Saturn ION RedLine Forums banner

1 - 20 of 48 Posts

·
Superd00d
Joined
·
22,040 Posts
Discussion Starter #1
Anyone have any tips on changing your brake fluid? I mean totally purging it out and refilling the system. I've never had to do that before, that I can think of. Should I assume it's just like bleeding them for a long time, or is it something that would be 'shop-worthy'? If I can have a brake shop do it for $30 and 30 min, I'll go that route.

Also, anyone know anything about the different levels of brake fluid? I'm looking for a high-temp, racing quality fluid, but the DOT3, DOT4, etc... have me a little confused. Is that just so you don't mix different types together, or do certain brake setups require certain brake fluids, like engine oil.
 

·
Registered
Joined
·
2,143 Posts
I have done my brake fluid once before and will be doing it again this weekend. When I went to autozone I had them look up the type of fluid for our cars and they came up with DOT 3, so that what I used. I bought the sythetic fluid. I also bought a one person bleeding kit and I didnt have much luck with it. It was ten times easier for me to have someone pump the pedal as I bled each caliper. The difference in the colors between the OEM fluid and the Prestone stuff I bought was significant enough that I just bled each caliper until new fluid came out. You gotta top off the master cylinder every now and then while doing this. Once I got the second person to pump the pedal it only took about 15 min. to do.

I hope I didnt give you any bad info. There are a lot of people that know more that me about this stuff. This what worked for me though.

I think the difference between fluids is the lubrication qualities between DOT 3, DOT4, ect.....
 

·
Superd00d
Joined
·
22,040 Posts
Discussion Starter #3
It seems the higher temp brake fluid is a higher DOT rating, I also noticed that the silicone fluid seems to be the best. Not totally sure.
 

·
Registered
Joined
·
2,233 Posts
DOT3 non-silicone type for your ION Sp00ner.
Many internal parts not compatible with DOT4
Also when bleeding brakes, the recommended method is a pressure bleed (master cyl pressurized to 25-30 psi) FOLLOWED BY AN ABS AUTO-BLEED. This is an automated bleed of the ABS modulator using a scan tool, and is very important as air can get trapped in the ABS hydraulic unit during bleeding or service. This air can go undetected (pedal feels OK) until the first ABS event where it can both disrupt ABS performance and/or result in a spongy pedal afterwards.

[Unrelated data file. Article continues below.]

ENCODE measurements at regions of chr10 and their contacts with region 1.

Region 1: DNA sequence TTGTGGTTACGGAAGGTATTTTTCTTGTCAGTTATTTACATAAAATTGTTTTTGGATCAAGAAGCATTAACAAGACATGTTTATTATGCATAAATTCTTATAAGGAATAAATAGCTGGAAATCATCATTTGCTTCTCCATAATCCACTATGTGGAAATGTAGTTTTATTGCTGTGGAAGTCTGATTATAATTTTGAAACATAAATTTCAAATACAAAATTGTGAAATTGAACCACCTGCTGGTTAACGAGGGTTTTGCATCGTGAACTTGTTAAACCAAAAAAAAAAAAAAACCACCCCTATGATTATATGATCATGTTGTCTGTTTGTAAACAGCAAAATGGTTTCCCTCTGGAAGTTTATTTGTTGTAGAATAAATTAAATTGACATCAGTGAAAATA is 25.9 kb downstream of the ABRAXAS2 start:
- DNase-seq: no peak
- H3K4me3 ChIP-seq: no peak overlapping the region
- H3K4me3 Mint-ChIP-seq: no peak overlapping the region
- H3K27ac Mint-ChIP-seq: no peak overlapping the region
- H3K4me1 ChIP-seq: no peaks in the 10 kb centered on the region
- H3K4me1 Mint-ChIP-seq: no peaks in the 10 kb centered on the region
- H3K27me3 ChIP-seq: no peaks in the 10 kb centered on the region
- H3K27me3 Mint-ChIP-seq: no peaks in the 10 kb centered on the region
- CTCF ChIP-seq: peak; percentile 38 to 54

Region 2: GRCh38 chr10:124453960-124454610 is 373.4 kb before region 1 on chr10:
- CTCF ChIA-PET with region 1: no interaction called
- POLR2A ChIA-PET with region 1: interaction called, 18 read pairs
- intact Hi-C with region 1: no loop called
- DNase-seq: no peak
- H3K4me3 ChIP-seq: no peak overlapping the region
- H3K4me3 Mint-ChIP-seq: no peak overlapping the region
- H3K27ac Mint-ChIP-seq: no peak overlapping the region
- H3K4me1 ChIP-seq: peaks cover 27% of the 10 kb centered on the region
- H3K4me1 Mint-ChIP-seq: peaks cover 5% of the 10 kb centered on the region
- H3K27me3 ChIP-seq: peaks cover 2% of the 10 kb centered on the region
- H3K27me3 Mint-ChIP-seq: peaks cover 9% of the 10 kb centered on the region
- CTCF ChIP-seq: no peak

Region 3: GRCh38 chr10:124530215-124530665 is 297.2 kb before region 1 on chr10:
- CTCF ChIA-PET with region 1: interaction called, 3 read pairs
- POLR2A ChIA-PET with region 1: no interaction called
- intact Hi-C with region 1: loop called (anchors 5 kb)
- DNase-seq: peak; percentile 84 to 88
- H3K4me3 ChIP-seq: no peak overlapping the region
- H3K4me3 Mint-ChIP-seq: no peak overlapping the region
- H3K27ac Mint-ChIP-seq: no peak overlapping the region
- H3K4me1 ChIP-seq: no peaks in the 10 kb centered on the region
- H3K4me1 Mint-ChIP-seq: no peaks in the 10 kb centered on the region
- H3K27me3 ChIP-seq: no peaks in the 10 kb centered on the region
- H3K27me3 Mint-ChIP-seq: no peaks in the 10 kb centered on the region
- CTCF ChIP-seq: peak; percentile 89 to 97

HTH
WOT
 

·
Superd00d
Joined
·
22,040 Posts
Discussion Starter #5
So, just head to a brake shop there Wop? Or Saturn? I'm not one that like to play with the brakes, at least not that aspect of the brakes. I'm getting steel lines as well. So any DOT3 (non-silicone) fluid? Is the DOT4+ all silicone based or something?
 

·
Registered
Joined
·
283 Posts
Here at the shop we use DOT4 for all of our brake flushes. We have been doing that for a few years now with no problems in any vehicle. The DOT4 has a higher heat tolerance than DOT3. We use a machine that attaches to the top of the master cyl and pressurizes the system and runs about a full quart of fluid through the system. We have not ever had to do a bleed of the ABS system afterwards since there is always fluid present with no chance of air getting into the system.
 

·
Registered
Joined
·
2,233 Posts
Sp00ner said:
So, just head to a brake shop there Wop? Or Saturn? I'm not one that like to play with the brakes, at least not that aspect of the brakes. I'm getting steel lines as well. So any DOT3 (non-silicone) fluid? Is the DOT4+ all silicone based or something?
I recommend your dealer of course.
But look in your owners manual under
'"Recommended Fluids and Lubricants"
GM recommends ONLY DOT3 brake fluid in all of their products and train thier dealers to do the same. DOT4 and 5 fluids cannot be guaranteed to be compatible with all of the materials it may come in contact with ,in a modern brake system.

As far as brake system "flushing" goes, GMs position is stated in TSB# 04-06-01-029
In normal usage, GM vehicles do not require additional procedures or additives beyond what’s presented in the former Vehicle Maintenance Schedules and the current Simplified Maintenance Schedules. Maintenance schedules do not call for flushing of engine crankcases, fuel injectors, A/C lines, radiators, transmission coolers, brake systems, or power steering systems as a part of regular scheduled maintenance.
If there's been some sort of "contamination", that's another story and GM has an FSM process to deal in with that event.
WOT
 

·
Registered
Joined
·
283 Posts
From my understanding of it, you can go to DOT4 from DOT3, but you can't go down from a DOT4 system to a dot3. From what we were told from BG when we started using this system is that you can flush the entire system and put DOT4 in it, but you shouldnt just top off the DOT3 with DOT4. We have used DOT4 in all makes and models when we flush them with no problems.
 

·
Registered
Joined
·
2,233 Posts
racenpilot said:
From my understanding of it, you can go to DOT4 from DOT3, but you can't go down from a DOT4 system to a dot3. From what we were told from BG when we started using this system is that you can flush the entire system and put DOT4 in it, but you shouldnt just top off the DOT3 with DOT4. We have used DOT4 in all makes and models when we flush them with no problems.
As with anything like this the best course of action in general is to go with the manufacturer's recommendations. For instance, if a repair facility chose to use a DOT4 or 5 fluid in a GM car or truck AND that vehicle was involved in litigation (for an accident maybe?) then that repair facility can be found negligent for not performing service as the manufacturer recommends.
Quite simply GM does not recommend ANYTHING but DOT3 (even in a C6 Corvette!) so doing anything otherwise opens you up to potential lawsuits.